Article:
There are at least three distinct area types on the display screen. One area type is background area, one area type is text area, and one area type is link area. Interpreting the cursor location and actions at step 22 includes a number of additional steps, some of which are illustrated in FIG. 4. The actions at step 22 are performed by the operating system and browser application in cooperation with each other.

At step 23 in FIG. 4, the browser determines whether the cursor is over a background area. The background area is usually formed without textual material. Typical background areas are colored panels and images. The background area can include an image of text, but the browser recognizes an image of text as a background area. If the cursor is not over a background area, the browser performs step 26.

At step 24, if the browser application determines the cursor is over a background area, the browser application displays the cursor as an arrow, such as 100 in FIG. 8.

At step 25, the browser application loops until it determines that the cursor has moved off the background area.

After step 25, when the cursor moves off the background area, the browser application performs step 23.

At step 26, the browser application determines whether the cursor is over a text area. Text areas on the graphic display contain text material and retain the characteristics of text. For example, most browser applications can search text areas, and most browser applications will also allow a user to block sections of text and copy a section from the text area to a clip-board. If the cursor is not over a text area, the browser performs step 29.

At step 27, if the browser application determines the cursor is over a text area, the browser application displays the cursor as an “I” such as 101 in FIG. 8.

At step 28, the browser application loops until it determines that the cursor has moved off the text area.

After step 28, when the cursor moves off the text area, the browser application performs step 23.

At step 29, the browser application determines whether the cursor is over a link area. Link areas are the areas of the display screen that contain link instructions. The link area can be a section of text that is presented in a different color to identify it as a link area. The link area can also be an image, or part of an image. The link area can also be part of the display area that is visibly unremarkable from other areas of the computer graphics display. If the cursor is not over a link area, the browser returns to step 23.

At step 30, if the browser application determines the cursor is over a link area, the browser application displays the cursor as a closed fist with the index finger extended, such as 102 in FIG. 8.

At step 31, the browser application loops until it determines that the cursor has moved off the link area or the user has selected the link.

After step 31, when the cursor moves off the link area, the browser application performs step 23.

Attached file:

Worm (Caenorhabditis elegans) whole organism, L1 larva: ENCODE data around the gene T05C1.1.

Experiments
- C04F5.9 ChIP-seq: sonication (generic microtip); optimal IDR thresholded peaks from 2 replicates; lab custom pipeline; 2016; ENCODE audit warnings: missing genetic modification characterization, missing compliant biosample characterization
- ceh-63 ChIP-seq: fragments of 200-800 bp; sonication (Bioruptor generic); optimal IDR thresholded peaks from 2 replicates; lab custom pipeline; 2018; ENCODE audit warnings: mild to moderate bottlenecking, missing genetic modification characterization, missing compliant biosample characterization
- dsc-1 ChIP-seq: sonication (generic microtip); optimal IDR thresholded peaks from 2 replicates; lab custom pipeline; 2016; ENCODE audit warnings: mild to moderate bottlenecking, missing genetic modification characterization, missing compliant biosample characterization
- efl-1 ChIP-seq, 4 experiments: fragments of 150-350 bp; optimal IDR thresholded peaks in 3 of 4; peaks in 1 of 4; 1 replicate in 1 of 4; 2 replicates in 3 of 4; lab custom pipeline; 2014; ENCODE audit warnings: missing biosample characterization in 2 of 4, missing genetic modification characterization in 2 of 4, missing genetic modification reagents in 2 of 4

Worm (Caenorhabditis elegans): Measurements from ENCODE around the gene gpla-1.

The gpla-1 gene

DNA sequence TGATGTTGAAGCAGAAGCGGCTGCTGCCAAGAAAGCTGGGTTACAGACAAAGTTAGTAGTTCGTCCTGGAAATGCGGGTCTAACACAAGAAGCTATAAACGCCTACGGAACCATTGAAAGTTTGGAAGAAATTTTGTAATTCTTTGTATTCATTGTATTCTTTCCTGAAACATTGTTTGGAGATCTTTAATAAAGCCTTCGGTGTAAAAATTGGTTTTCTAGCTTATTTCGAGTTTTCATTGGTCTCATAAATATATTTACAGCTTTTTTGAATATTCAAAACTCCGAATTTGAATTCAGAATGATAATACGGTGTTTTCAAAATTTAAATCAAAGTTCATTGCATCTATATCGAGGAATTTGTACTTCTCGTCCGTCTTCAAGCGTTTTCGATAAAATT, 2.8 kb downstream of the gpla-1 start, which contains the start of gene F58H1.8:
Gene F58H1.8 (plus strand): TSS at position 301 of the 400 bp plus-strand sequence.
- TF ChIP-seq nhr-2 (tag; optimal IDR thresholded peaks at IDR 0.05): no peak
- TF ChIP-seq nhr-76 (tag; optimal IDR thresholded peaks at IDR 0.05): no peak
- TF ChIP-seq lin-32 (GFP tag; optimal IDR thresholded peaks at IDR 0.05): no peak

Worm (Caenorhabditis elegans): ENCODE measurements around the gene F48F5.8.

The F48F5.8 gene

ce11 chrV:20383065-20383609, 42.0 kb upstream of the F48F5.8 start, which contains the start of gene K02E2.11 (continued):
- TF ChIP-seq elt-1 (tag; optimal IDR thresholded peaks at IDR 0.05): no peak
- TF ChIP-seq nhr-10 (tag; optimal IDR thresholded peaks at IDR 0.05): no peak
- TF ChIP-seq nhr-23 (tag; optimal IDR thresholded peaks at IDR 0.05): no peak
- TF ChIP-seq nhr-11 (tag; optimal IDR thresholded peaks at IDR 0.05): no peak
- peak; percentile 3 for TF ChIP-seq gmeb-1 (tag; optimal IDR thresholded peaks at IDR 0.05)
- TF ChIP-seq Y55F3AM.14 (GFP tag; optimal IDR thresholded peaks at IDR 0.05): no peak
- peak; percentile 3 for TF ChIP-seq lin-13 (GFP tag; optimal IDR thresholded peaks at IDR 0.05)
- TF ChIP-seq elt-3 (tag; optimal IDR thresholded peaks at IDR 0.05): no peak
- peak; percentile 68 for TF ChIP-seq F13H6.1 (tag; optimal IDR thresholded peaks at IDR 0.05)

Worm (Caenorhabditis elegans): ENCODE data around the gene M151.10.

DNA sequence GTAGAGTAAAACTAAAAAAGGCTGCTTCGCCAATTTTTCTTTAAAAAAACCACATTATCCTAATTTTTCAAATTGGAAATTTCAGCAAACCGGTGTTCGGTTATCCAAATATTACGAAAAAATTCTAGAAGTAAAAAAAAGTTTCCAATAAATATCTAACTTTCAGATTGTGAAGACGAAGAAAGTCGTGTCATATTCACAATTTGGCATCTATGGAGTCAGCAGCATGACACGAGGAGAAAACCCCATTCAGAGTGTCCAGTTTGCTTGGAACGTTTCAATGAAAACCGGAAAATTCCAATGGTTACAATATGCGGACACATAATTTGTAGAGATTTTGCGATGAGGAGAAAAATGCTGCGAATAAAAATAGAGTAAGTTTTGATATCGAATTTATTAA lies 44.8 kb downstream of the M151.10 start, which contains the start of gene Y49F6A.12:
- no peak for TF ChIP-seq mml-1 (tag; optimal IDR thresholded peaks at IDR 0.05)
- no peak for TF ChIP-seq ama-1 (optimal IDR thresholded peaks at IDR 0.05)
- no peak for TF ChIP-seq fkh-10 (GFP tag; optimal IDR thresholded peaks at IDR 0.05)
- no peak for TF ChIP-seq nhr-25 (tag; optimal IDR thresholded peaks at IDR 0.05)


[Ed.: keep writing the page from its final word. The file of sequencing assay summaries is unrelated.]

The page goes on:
Of the three described areas on the display screen: background; text; and link areas, the link area is the only active area of the display. An active area means that user actions when the cursor is over the active area will cause the browser application to perform an action according to link instructions. A common user action is selecting the link area by clicking a mouse button.

At step 32, the browser application loops to determine whether the user has selected the link area.

At step 33, if the user selects the link area, the browser application performs the link instructions associated with the link area.

A common link instruction is to locate and load an HTML format document that is stored somewhere on the system. The protocol for this is called Hypertext Transfer Protocol (http).

The http protocol is one of several Uniform Resource Locators (URLs). The URL conventions encompass several standardized location names that are uniformly adopted within the Internet community. The present URL convention includes Hypertext Transport Protocol (http); File Transfer Protocol (ftp); Gopher (gopher); Wide Area Information Service (wais); Mail (mailto); and Net News Transfer Protocol (nntp). Each URL type provides a different type of action or service, and each URL type may constitute a link within an HTML format document.

Link areas in documents are usually associated with text. The text often describes the link area and resulting link action and most browser applications render link area text in a different color. Image objects and predefined areas on a display screen can also be link areas. For example an image on the computer graphic display can also be a link area. There does not need to be any associated text with the image to identify the image as a link area, or the resulting link action. A link area may also be a pre-defined geometric area on the display screen that is not visually distinct from any other area on the display.